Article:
JS, History, 1838–1856, vol. F-1, created 9 Apr.–7 June 1856 and 20 Aug. 1856–6 Nov. 1856; handwriting of and Jonathan Grimshaw; 304 pages, plus 10 pages of addenda; CHL. This is the final volume of a six-volume manuscript history of the church. This sixth volume covers the period from 1 May to 8 Aug. 1844; the remaining five volumes, labeled A-1 through E-1, go through 30 Apr. 1844.
History, 1838-1856, volume F-1, constitutes the last of six volumes documenting the life of Joseph Smith and the early years of the Church of Jesus Christ of Latter-day Saints. The series is also known as the Manuscript History of the Church and was originally published serially from 1842 to 1846 and 1851 to 1858 as the “History of Joseph Smith” in the Times and Seasons and Deseret News. This volume contains JS’s history from 1 May 1844 to the events following his 27 June 1844 death, and it was compiled in Utah Territory in 1856.
The material recorded in volume F-1 was initially compiled under the direction of church historian , who was JS’s cousin, and also assistant church historian . Smith collaborated with in collecting material for the volume and creating a set of draft notes, which Smith dictated to Bullock and other clerks. Woodruff gathered additional material concerning the death of Joseph Smith as a supplement to George A. Smith’s work recording that event. Jonathan Grimshaw and , members of the Historian’s Office staff, transcribed the draft notes into the volume along with the text of designated documents.
According to the Historian’s Office journal, Jonathan Grimshaw initiated work on the text of volume F-1 on 9 April 1856, soon after Robert L. Campbell had completed work on volume E-1. (Historian’s Office, Journal, 5 and 9 Apr. 1856.) Grimshaw’s scribal work begins with an entry for 1 May 1844. Unlike previous volumes in which the numbering had run consecutively to page 2028, Grimshaw began anew with page 1. He transcribed 150 pages by June 1856, and his last entry was for 23 June 1844. Though more of his writing does not appear in the volume, he continued to work in the office until 2 August, before leaving for the East that same month. (Historian’s Office, Journal, 2 and 10 Aug. 1856.)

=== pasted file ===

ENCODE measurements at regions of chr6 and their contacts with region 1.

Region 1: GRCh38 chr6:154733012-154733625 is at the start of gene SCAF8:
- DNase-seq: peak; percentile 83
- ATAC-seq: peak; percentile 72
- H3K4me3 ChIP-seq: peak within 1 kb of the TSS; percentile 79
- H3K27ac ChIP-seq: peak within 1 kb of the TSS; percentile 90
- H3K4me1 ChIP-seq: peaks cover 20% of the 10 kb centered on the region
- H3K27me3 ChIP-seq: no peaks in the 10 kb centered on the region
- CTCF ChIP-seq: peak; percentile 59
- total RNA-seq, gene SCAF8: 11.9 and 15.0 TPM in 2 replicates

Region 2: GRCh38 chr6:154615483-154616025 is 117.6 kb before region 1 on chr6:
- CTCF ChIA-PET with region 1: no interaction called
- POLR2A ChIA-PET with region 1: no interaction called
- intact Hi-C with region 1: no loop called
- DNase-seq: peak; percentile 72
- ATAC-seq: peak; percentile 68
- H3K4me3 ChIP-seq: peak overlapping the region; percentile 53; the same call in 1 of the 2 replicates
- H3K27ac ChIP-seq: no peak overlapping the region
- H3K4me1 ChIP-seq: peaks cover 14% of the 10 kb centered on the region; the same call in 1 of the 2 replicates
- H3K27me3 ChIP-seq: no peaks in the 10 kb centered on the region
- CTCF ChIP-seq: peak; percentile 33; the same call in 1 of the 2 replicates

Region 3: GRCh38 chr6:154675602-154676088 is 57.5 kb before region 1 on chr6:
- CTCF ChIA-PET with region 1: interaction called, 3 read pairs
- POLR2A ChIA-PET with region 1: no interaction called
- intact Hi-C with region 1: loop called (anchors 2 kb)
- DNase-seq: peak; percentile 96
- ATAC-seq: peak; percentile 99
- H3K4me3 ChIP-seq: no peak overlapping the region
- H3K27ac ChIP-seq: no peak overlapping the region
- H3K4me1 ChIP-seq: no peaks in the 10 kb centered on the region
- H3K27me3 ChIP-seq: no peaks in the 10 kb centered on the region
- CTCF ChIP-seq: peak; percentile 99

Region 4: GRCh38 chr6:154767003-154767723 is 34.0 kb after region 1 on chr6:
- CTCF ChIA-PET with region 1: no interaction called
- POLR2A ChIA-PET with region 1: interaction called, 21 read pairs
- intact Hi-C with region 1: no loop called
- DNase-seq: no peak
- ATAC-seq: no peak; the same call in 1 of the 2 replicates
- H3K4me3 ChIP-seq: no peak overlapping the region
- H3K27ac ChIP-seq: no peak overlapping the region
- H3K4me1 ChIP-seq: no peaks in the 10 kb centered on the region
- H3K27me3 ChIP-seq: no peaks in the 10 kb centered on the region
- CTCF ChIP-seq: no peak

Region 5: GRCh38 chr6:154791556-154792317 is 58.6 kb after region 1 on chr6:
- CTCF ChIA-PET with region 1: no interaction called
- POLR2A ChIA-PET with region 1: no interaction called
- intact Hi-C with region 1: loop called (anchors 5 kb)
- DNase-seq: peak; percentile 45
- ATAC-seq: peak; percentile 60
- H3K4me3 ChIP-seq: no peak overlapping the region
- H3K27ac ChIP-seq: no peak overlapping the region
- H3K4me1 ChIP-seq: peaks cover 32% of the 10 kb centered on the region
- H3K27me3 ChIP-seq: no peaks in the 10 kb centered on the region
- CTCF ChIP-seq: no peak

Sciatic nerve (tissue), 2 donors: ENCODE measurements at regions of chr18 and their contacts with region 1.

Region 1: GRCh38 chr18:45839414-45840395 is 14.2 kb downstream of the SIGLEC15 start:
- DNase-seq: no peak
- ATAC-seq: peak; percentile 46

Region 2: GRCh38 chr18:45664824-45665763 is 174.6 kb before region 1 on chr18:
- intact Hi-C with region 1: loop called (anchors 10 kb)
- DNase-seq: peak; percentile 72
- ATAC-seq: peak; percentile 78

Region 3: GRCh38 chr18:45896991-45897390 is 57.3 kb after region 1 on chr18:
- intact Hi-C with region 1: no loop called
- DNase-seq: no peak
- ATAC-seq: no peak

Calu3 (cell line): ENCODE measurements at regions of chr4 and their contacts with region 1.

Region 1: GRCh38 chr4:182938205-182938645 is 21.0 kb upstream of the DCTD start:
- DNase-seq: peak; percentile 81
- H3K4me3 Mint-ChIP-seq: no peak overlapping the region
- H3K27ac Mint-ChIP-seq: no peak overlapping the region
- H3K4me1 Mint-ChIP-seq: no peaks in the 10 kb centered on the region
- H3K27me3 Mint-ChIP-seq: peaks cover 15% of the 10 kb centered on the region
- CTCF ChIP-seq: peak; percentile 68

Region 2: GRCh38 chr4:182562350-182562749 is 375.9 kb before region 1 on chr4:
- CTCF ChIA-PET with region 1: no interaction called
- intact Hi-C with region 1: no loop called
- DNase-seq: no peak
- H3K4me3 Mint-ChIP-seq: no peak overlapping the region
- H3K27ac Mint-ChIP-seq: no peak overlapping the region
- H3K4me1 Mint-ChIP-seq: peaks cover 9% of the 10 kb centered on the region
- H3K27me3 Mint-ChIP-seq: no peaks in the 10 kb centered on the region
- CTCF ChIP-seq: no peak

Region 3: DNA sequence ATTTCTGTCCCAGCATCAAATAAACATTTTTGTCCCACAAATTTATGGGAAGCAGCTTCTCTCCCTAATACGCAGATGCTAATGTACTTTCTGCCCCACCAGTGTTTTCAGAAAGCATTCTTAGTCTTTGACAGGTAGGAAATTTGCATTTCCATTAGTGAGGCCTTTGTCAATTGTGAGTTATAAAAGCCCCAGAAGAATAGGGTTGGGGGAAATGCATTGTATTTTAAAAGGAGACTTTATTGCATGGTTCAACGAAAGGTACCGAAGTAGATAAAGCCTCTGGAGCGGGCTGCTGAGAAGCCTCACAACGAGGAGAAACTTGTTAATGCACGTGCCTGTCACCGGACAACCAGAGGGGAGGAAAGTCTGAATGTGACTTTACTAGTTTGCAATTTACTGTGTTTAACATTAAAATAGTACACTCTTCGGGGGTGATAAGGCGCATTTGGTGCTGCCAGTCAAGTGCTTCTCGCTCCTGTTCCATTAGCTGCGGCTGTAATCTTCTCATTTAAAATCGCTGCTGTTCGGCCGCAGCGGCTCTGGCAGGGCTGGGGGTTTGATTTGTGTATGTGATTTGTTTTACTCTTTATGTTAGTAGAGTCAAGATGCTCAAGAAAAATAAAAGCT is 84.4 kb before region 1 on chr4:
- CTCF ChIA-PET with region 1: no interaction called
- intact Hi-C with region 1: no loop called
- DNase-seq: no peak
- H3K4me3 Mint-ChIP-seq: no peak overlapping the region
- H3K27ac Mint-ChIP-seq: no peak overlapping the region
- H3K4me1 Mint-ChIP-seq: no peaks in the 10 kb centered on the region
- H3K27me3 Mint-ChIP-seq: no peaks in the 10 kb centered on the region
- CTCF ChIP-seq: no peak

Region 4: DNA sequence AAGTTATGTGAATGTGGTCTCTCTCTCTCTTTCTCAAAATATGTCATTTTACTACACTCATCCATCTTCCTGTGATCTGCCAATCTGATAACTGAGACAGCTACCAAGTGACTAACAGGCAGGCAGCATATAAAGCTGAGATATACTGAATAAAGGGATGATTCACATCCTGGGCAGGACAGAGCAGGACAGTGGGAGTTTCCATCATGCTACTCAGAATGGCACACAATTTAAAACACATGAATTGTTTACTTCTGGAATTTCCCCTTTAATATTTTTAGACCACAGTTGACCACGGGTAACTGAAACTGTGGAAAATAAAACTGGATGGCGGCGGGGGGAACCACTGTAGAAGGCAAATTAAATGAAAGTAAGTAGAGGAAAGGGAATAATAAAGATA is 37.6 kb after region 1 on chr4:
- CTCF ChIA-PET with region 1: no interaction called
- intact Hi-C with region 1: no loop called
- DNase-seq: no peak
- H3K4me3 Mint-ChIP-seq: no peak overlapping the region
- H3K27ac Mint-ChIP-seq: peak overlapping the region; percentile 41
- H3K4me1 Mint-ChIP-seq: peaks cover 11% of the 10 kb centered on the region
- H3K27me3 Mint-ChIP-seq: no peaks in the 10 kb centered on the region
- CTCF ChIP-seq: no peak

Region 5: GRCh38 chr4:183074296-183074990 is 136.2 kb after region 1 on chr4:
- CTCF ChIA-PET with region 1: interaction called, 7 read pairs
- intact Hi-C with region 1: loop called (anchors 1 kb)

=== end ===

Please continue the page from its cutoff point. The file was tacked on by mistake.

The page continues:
assumed the role of scribe on 20 August 1856. (Historian’s Office, Journal, 20 Aug. 1856.) He incorporated ’s draft notes for the period 24–29 June 1844 on pages 151–189, providing an account of JS’s death and its immediate aftermath. He next transcribed a related extract from ’s 1854 History of Illinois on pages 190–204. Pages 205–227 were left blank.
provided the notes for the final portion of the text. This account begins with an entry for 22 June 1844 and continues the record through 8 August 1844, ending on page 304. (The volume also included ten pages of addenda.) The last specific entry in the Historian’s Office journal that captures at work on the history is for 6 November 1856. A 2 February 1857 Wilford Woodruff letter to indicates that on 30 January 1857, the “presidency sat and heard the history read up to the organization of the church in , 8th. day of August 1844.” (Historian’s Office, Journal, 6 Nov. 1856; Wilford Woodruff, Great Salt Lake City, Utah Territory, to George A. Smith, 2 Feb. 1857, Historian’s Office, Letterpress Copybooks, vol. 1, p. 410; see also Wilford Woodruff, Great Salt Lake City, Utah Territory, to Amasa Lyman and Charles C. Rich, 28 Feb. 1857, Historian’s Office, Letterpress Copybooks, vol. 1, pp. 430–431.)